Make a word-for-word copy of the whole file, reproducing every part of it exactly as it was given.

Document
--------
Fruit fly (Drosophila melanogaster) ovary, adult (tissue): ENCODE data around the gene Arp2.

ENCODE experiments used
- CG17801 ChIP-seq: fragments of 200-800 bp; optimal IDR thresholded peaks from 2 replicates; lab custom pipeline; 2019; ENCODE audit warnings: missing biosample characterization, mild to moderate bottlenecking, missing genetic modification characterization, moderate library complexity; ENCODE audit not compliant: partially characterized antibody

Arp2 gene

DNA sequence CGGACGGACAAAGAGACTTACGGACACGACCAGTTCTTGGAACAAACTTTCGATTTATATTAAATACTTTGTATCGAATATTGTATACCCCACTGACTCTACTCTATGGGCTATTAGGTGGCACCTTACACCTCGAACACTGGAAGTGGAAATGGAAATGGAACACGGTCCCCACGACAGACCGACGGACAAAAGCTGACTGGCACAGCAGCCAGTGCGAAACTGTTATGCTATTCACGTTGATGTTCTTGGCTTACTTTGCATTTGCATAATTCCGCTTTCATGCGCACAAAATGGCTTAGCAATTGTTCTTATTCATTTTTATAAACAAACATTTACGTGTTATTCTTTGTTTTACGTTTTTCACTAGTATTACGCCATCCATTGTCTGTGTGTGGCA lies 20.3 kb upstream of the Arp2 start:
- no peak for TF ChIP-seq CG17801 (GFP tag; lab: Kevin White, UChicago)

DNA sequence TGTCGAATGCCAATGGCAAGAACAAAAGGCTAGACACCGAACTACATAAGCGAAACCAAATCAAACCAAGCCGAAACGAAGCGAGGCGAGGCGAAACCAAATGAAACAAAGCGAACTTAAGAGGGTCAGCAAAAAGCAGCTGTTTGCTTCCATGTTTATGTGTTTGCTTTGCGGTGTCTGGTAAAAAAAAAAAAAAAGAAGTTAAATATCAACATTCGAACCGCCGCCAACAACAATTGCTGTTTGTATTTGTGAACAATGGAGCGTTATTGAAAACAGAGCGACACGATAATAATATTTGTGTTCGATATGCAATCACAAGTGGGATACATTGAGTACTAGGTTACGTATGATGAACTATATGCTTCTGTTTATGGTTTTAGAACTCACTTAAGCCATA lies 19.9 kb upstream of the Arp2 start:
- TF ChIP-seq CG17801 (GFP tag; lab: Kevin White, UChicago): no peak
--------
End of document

Fruit fly (Drosophila melanogaster) ovary, adult (tissue): ENCODE data around the gene Arp2.

ENCODE experiments used
- CG17801 ChIP-seq: fragments of 200-800 bp; optimal IDR thresholded peaks from 2 replicates; lab custom pipeline; 2019; ENCODE audit warnings: missing biosample characterization, mild to moderate bottlenecking, missing genetic modification characterization, moderate library complexity; ENCODE audit not compliant: partially characterized antibody

Arp2 gene

DNA sequence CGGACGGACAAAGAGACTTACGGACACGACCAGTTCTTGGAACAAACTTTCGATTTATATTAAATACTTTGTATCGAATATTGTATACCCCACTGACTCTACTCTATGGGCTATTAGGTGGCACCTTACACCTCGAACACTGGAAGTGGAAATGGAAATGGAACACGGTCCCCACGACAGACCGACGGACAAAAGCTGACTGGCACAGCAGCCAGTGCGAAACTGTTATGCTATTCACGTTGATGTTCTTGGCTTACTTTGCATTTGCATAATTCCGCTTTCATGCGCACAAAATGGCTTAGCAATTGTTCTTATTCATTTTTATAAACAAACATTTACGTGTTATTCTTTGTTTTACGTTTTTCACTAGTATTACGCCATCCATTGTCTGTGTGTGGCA lies 20.3 kb upstream of the Arp2 start:
- no peak for TF ChIP-seq CG17801 (GFP tag; lab: Kevin White, UChicago)

DNA sequence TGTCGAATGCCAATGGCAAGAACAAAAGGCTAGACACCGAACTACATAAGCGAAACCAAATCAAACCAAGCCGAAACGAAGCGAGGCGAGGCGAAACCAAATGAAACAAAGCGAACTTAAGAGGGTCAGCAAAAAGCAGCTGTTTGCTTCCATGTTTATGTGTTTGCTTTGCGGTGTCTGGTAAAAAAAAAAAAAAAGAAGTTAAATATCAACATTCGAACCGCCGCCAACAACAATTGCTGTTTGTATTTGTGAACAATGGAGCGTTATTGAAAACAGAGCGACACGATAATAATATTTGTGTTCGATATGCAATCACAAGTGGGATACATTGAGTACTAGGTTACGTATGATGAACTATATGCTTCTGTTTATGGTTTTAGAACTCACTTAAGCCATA lies 19.9 kb upstream of the Arp2 start:
- TF ChIP-seq CG17801 (GFP tag; lab: Kevin White, UChicago): no peak